Japanese police are looking for an individual who can code in C#, uses a "Syberian Post Office" to make anonymous posts online, and knows how to surf the web without leaving any digital tracks -- and they're willing to pay.
Some advertising analytics companies are using a vulnerability in Microsoft's Internet Explorer browser for a questionable edge in figuring out if web users are actually seeing display advertisements buried within web pages.
Google has changed the way it handles image searches so that pornographic pictures are less likely to be presented to those who aren't looking for them.
Oracle is simplifying its security offerings by combining a pair of existing tools into a single package.
Adobe released security updates for its Flash Player and ColdFusion products on Tuesday in order to address critical vulnerabilities that could give attackers control over the affected computers.
U.S. law enforcement agencies with the help of Facebook have arrested 10 persons from various countries in connection with international cybercrime rings that targeted users on the social network.
A marketplace where security researchers can sell details on software bugs said it was compromised on Tuesday due to an "embarrassing oversight" that left its web server vulnerable.
If you're watching TV and the channel suddenly changes, you may not have sat on the remote control by accident.
In-Q-Tel, the technology investment arm of the U.S. Central Intelligence Agency (CIA), will invest in Tyfone, a small developer of mobile banking, identity management and near-field communication systems.
Romanian authorities dismantled a cybercriminal ring that stole an estimated US$4 million from U.S. citizens by posting offers for non-existent items on online auction websites.
Bromium has upgraded its security platform vSentry, which uses virtualization to isolate malicious code, to protect virtual desktops and old Windows XP PCs.
Researchers from Israel-based IT security firm Seculert have uncovered a custom-made piece of malware that infected hundreds of point-of-sale (PoS) systems from businesses in 40 countries in the past few months and stole the data of tens of thousands...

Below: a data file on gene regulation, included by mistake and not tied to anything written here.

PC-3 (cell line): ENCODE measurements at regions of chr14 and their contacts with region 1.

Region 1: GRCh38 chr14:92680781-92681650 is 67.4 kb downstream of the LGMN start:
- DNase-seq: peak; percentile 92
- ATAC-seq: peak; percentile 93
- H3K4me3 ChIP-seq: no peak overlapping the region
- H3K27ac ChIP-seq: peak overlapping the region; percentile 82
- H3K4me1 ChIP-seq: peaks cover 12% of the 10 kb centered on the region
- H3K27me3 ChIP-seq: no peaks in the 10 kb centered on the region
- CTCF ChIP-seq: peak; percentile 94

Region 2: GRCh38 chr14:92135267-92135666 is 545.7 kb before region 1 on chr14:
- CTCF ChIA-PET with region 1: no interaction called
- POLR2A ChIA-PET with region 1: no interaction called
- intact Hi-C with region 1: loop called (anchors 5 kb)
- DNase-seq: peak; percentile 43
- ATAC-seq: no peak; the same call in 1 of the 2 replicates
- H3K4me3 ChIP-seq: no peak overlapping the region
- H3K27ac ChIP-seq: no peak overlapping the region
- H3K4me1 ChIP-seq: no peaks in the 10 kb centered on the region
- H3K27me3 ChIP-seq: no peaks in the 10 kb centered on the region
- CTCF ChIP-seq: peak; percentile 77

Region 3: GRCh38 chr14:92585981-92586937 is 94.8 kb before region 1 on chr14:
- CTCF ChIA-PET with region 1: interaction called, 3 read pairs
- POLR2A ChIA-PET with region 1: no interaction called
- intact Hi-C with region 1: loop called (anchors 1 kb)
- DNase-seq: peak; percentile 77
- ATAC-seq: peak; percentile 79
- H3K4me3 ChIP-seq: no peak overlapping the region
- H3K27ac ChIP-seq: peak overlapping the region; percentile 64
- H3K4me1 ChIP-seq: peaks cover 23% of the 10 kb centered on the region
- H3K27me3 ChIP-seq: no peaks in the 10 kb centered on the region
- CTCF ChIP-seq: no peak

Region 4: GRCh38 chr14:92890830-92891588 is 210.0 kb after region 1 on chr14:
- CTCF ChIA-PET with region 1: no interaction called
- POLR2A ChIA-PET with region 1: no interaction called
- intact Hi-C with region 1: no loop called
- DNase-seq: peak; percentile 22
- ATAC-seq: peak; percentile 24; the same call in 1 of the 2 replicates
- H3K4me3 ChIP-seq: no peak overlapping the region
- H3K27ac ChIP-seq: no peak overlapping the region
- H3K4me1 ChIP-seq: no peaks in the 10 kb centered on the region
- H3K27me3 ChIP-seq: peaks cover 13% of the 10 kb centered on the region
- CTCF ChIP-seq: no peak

The popular mobile children's game Mobbles collects personal information from children without providing notice to parents or attempting to get parental consent, in violation of U.S. law, a privacy group said in a complaint to the U.S. Federal Trade ...
Change in any industry involves conflict. Evolution and revolution in tech this year took place not only in the marketplace but also in the courtroom, the factory, and on the Web. Here are the top news stories of 2012 as selected by the editors of th...
Many mobile apps aimed at children collect and share personal data without notifying parents, potentially violating U.S. law, the Federal Trade Commission said in a report released Monday.
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GGG Evaluation Team
First impression on unpacking the Q702 test unit was the solid feel and clean, minimalist styling.
For work use, Microsoft Word and Excel programs pre-installed on the device are adequate for preparing short documents.
The Fujitsu LifeBook UH574 allowed for great mobility without being obnoxiously heavy or clunky. Its twelve hours of battery life did not disappoint.
The screen was particularly good. It is bright and visible from most angles, however heat is an issue, particularly around the Windows button on the front, and on the back where the battery housing is located.
My first impression after unboxing the Q702 is that it is a nice looking unit. Styling is somewhat minimalist but very effective. The tablet part, once detached, has a nice weight, and no buttons or switches are located in awkward or intrusive positions.
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